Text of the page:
[Dshield] ISPs - How much monitoring is enough?

Brad Spencer brad.madison at mail.tds.net
Sat Jan 17 01:40:12 GMT 2004


At 03:04 PM 1/16/2004 -0800, you wrote:

>You're arguing for the ISP to have traffic analysts onhand as part of 
>their security detail?
>Fair enough, but as I have observed before...99% of IT people are not 
>security people.  Good luck trying to convince them.


Neither am I - I was a semi-competent system admin.  But even I could run 
(and did run) ntop, sometimes.  I wasn't doing the kind of traffic analysis 
I mean for now but the difference between what I did and that is 
slight.  For not too much money there's even  a Windows version of ntop 
(the Linux version is free, I think.)  I suspect that routers have the 
capability to do such things - but I'm also not a networking person.

IT people could look for spam server zombie systems using ntop.  Just watch 
for improper outbound SMTP traffic - there's your zombie.  See where the 
packets to that system originate and you've got at least the first piece of 
a chain that leads back to the spammer - maybe.  The longer the spammer 
abuse is tolerated (and right now it is nearly 100% tolerated) the more 
sophisticated and hard to detect, track, and stop their abuse will become.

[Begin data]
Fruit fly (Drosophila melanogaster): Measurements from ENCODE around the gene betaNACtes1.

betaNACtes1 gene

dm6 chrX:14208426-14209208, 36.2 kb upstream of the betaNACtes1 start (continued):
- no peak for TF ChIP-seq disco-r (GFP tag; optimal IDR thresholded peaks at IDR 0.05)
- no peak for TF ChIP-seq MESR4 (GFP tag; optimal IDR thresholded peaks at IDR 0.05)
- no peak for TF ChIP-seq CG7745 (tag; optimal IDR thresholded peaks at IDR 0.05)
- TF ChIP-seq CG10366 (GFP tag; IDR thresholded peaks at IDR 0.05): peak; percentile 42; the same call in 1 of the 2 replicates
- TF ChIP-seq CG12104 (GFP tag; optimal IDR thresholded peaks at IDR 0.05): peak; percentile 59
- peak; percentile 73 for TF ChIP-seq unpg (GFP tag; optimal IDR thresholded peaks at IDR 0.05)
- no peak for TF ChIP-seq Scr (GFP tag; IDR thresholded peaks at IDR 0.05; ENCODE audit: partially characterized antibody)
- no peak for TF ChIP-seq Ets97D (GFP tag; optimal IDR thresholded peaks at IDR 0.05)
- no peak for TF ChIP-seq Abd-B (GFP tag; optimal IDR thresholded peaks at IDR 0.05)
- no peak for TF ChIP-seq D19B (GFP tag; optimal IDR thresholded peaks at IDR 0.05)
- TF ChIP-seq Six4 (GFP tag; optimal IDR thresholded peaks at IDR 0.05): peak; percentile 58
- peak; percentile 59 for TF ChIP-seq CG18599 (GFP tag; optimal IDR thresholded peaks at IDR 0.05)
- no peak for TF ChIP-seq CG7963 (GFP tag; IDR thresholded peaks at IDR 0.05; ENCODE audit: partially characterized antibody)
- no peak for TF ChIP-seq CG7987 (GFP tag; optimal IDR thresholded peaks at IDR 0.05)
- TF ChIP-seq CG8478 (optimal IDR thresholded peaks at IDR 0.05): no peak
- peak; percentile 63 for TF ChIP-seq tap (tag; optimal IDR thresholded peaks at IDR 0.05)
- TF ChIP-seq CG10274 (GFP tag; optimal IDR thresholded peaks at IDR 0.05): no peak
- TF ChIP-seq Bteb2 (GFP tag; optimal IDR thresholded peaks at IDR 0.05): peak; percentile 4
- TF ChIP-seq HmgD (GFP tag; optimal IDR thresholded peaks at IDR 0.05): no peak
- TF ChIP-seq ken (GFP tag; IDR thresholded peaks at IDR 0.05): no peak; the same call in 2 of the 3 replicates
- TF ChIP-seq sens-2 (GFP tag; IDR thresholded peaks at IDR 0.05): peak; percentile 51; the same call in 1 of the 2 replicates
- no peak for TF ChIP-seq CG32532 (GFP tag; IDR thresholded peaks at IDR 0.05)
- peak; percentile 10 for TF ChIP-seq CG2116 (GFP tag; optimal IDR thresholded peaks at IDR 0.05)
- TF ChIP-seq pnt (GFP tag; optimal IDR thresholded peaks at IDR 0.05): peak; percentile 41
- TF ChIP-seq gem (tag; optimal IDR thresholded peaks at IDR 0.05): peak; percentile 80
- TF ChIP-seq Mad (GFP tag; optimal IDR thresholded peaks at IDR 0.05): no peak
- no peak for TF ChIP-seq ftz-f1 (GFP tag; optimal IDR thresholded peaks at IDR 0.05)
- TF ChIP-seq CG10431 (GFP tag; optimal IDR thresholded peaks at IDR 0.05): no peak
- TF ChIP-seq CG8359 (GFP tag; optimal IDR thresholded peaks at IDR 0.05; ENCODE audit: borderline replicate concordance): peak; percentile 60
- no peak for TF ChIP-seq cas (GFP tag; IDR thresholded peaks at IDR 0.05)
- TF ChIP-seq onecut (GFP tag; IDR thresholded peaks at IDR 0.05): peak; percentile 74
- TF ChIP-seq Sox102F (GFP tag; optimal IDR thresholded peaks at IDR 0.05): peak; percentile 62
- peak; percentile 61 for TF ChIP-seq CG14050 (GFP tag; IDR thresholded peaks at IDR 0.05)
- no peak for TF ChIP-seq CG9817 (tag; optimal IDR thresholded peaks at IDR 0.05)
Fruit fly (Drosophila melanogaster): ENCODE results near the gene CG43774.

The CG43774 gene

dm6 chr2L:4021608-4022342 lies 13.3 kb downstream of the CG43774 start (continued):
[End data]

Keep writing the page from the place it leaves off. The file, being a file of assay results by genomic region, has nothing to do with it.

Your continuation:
In a browser window I'm right now looking at some captured Cyalus (Viagra 
substitute, they claim) spam on a friend's open relay honeypot (Jackpot) 
system..  Source is 211.241.96.254 - Korea.  That's followed by some from 
82.44.226.209, then some from 219.248.239.184, then 69.46.135.12 - 
obviously the spammer is hitting the fake open relay from open proxies.

Altogether, about 7500 recipients in the little time window I'm observing - 
none of whom got this copy of the spam, at least.

The spammer has simplified his obscuration:

yal<!--gSElrL-->us is known as a Super-Via<!--gSElrL-->gra because

Cyal<!--heKWwi-->us is known as a Super-Via<!--heKWwi-->gra because

etc., with no other imbedded html comments.

Spamming http://www.paraguanarock.com, which just expired.

Here's a tiny bit of the page for 211.241.96.254:

B4-D1AD31CF     superior        04/01/17 00:05:58 GMT   Dropped 99
B4-D1AD31D5     superior stuff  04/01/17 00:07:20 GMT   Dropped 99
B4-D1AD31DC     superior to the expensive stuff 04/01/17 00:09:16 
GMT   Dropped 99
B4-D1AD31E3     surprise her    04/01/17 00:10:47 GMT   Dropped 99
B4-D1AD31E7     the best stuff  04/01/17 00:12:01 GMT   Dropped 99
B4-D1AD31EB     the new champ   04/01/17 00:13:45 GMT   Dropped 99

"99" is the number of recipients.  The first field is an internal pointer 
to the web page for that spam - I removed some of it..  "Dropped" means it 
wasn't delivered, which is good.

And "good luck" is an appropriate wish.  I appreciate it - and the 
implications (where "appreciate" shifts meaning from one thought to the 
other.)  




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